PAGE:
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Budget pressing

Discussion in 'Luthier's Corner' started by Max3000, Jul 15, 2018.


  1. Max3000

    Max3000

    Jul 9, 2018
    Say I were constructing a hollow body or semi-hollow body guitar on a fairly tight budget. If I wanted to put a laminate arched top onto a piece of wood that would make up the sides and back, would it be unreasonable to first carve a mold for the top out of a solid piece of wood, press the veneer on it (using sandbags above it), and then gutting the solid piece of wood and repurposing it as the side/back piece? This is my first time doing something like this and I wanna know exactly how cheap I can get away with being
     
    Christine likes this.
  2. Christine

    Christine Guest

    Aug 3, 2016
    That potentially could work along with a top caul on top of the sandbags clamped down, it was a traditional way of veneering for furniture makers in years gone by. A better approach would be a vacuum bag press if you can find someone near who has one, it will give a lot of extra pressure in those hard to get to bits.

    Another thing worth thinking about is how tight any carved radii might be, especially compound radii. Veneers may not want to bend into that shape without creasing or splitting, if that is the case you can spend a couple of days trying to train the veneer to fit. How, easy, just wet the veneer, clamp it down and let it dry, protecting your caved top in a plastic bag of course. Do that a few times until the shape is there then glue it down. For very tight curves you can further soften the veneer with PEG, polyethylene glycol, used by woodturners who use wet timber.

    I would use a powder/water mix urea formaldehyde glue like Cascamite if you can get it for the glueing too as it will give you much more time to work than a super fast drying glue like Titebond
     
    SlingBlader likes this.
  3. Beej

    Beej

    Feb 10, 2007
    Victoria, BC
    @Christine 's got some good ideas. What kind of budgetary limits are we talking about? Are you hoping to avoid expensive woods, or are you hoping to build the entire thing without most tools/supplies?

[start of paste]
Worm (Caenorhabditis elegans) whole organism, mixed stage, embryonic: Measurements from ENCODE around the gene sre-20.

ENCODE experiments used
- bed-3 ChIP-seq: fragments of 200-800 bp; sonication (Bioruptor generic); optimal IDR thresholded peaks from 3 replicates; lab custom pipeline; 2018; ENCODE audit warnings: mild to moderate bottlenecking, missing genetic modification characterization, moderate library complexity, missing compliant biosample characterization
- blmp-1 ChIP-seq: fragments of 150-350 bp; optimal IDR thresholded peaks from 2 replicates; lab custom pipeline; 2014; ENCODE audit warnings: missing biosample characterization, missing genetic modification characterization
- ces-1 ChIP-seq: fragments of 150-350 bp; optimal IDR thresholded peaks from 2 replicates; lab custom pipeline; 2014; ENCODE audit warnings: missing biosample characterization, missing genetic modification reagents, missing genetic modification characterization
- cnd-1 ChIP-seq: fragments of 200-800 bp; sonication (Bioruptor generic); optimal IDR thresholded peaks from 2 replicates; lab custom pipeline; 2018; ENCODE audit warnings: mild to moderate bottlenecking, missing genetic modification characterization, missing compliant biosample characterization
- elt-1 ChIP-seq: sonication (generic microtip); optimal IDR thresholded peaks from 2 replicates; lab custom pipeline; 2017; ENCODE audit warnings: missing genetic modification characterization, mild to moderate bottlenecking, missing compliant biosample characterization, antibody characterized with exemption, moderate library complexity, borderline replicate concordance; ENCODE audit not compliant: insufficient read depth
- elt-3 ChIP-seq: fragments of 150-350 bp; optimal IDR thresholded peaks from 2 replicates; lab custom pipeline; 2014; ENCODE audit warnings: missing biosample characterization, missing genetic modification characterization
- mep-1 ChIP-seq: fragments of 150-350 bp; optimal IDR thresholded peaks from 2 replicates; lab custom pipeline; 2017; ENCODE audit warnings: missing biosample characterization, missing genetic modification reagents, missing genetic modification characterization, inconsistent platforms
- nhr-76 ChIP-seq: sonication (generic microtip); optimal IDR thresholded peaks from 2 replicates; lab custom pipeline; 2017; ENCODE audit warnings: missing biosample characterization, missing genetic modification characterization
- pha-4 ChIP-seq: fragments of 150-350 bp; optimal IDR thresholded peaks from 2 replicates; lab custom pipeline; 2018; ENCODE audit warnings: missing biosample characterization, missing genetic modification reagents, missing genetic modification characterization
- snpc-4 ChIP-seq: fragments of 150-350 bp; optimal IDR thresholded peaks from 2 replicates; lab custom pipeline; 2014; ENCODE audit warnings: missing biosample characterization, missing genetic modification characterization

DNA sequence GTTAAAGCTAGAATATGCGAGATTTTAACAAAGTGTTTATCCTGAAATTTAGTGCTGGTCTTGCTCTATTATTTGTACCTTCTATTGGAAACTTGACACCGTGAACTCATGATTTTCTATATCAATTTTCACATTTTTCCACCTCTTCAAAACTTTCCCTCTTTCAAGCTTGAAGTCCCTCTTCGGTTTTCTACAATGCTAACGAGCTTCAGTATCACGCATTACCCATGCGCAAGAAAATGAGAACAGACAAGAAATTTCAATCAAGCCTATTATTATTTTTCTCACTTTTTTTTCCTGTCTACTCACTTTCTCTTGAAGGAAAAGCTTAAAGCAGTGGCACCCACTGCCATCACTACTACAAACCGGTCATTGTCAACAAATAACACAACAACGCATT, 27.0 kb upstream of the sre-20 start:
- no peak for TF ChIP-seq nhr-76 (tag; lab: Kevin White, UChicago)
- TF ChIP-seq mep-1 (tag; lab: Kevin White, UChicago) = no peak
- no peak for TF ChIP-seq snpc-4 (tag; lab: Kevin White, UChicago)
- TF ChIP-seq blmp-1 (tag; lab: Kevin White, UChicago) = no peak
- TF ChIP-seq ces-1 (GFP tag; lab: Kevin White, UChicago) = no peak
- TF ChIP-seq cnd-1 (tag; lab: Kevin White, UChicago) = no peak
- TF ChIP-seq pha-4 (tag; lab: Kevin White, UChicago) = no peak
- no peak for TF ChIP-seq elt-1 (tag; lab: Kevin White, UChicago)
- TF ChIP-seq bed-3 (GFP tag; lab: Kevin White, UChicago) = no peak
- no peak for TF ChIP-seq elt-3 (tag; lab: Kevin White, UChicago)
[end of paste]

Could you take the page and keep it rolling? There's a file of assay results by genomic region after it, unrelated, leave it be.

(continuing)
To clarify on your first question, you want to use the wood from your form to later construct the sides of the instrument?
     
  4. Max3000

    Max3000

    Jul 9, 2018
    Without most tools yeah. And yes I want to use the form later as my sides and back (like the CS-336 and the reverse of most rickenbacker semi-hollows in that it’s one carved piece).
     
  5. Max3000

    Max3000

    Jul 9, 2018
    Would wetting the veneer also wet the form?
     
  6. Christine

    Christine Guest

    Aug 3, 2016
    Yes so put it in a plastic bag to keep it dry
     
  7. Max3000

    Max3000

    Jul 9, 2018
    Are these expensive if you buy your own?
     
  8. Christine

    Christine Guest

    Aug 3, 2016
    Yes they are quite hefty, I have one but unless I had or did have very regular use for one I couldn't justify one. In the U.K. The cheapest reasonable one is £595 The Standard AirPress Veneer Vacuum Press System
     
  9. Max3000

    Max3000

    Jul 9, 2018
    How difficult of a shape is an ES-type thing?
     
  10. Christine

    Christine Guest

    Aug 3, 2016
    Quite easy but it would benefit from a bit of training first just to be sure it will work when it has all that slippery glue on it
     
  11. Max3000

    Max3000

    Jul 9, 2018
    I think I’d have to train it anyway before glueing since I gotta gut out the sides/back right? Thanks a lot for all the advice btw
     
    Christine likes this.
  12. Christine

    Christine Guest

    Aug 3, 2016
    Training isn't strictly necessary with something like an ES it should be quite a straightforward pressing but it will help a little and the practice it will give you will help a lot. Oh and remember to keep a plastic bag over the mold when gluing the shape otherwise you'll never get it off
     
  13. Max3000

    Max3000

    Jul 9, 2018
    Wait then how is training different from pressing? Sorry I’m not understanding
     
  14. Christine

    Christine Guest

    Aug 3, 2016
    Training is just that, pre pressing the veneer wet and leaving it to dry so it learns to assume the shape you want without creasing or splitting, pressing for real is using glue instead of water so if things go wrong then they stay wrong
     
  15. Max3000

    Max3000

    Jul 9, 2018
    Ooooooooh ok that makes sense, thank you so much!
     

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